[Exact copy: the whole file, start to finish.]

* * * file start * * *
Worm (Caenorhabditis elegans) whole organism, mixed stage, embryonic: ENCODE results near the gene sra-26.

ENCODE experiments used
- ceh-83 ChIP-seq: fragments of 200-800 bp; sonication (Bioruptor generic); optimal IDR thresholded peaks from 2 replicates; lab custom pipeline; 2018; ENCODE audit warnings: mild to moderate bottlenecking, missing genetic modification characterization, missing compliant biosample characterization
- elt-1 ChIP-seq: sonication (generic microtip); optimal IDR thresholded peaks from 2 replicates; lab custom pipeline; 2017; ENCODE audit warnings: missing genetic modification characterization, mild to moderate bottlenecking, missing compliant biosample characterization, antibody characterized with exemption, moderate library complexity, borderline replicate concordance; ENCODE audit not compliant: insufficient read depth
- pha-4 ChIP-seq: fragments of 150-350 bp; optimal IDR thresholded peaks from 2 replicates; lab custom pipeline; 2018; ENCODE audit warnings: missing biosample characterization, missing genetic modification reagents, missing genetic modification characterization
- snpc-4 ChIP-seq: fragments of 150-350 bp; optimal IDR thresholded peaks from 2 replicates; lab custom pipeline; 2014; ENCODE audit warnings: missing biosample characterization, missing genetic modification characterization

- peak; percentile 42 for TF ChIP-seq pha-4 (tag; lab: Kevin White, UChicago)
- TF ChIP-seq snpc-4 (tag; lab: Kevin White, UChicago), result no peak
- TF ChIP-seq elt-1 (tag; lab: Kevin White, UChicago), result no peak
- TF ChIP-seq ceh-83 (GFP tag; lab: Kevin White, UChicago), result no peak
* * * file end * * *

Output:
Worm (Caenorhabditis elegans) whole organism, mixed stage, embryonic: ENCODE results near the gene sra-26.

ENCODE experiments used
- ceh-83 ChIP-seq: fragments of 200-800 bp; sonication (Bioruptor generic); optimal IDR thresholded peaks from 2 replicates; lab custom pipeline; 2018; ENCODE audit warnings: mild to moderate bottlenecking, missing genetic modification characterization, missing compliant biosample characterization
- elt-1 ChIP-seq: sonication (generic microtip); optimal IDR thresholded peaks from 2 replicates; lab custom pipeline; 2017; ENCODE audit warnings: missing genetic modification characterization, mild to moderate bottlenecking, missing compliant biosample characterization, antibody characterized with exemption, moderate library complexity, borderline replicate concordance; ENCODE audit not compliant: insufficient read depth
- pha-4 ChIP-seq: fragments of 150-350 bp; optimal IDR thresholded peaks from 2 replicates; lab custom pipeline; 2018; ENCODE audit warnings: missing biosample characterization, missing genetic modification reagents, missing genetic modification characterization
- snpc-4 ChIP-seq: fragments of 150-350 bp; optimal IDR thresholded peaks from 2 replicates; lab custom pipeline; 2014; ENCODE audit warnings: missing biosample characterization, missing genetic modification characterization

- peak; percentile 42 for TF ChIP-seq pha-4 (tag; lab: Kevin White, UChicago)
- TF ChIP-seq snpc-4 (tag; lab: Kevin White, UChicago), result no peak
- TF ChIP-seq elt-1 (tag; lab: Kevin White, UChicago), result no peak
- TF ChIP-seq ceh-83 (GFP tag; lab: Kevin White, UChicago), result no peak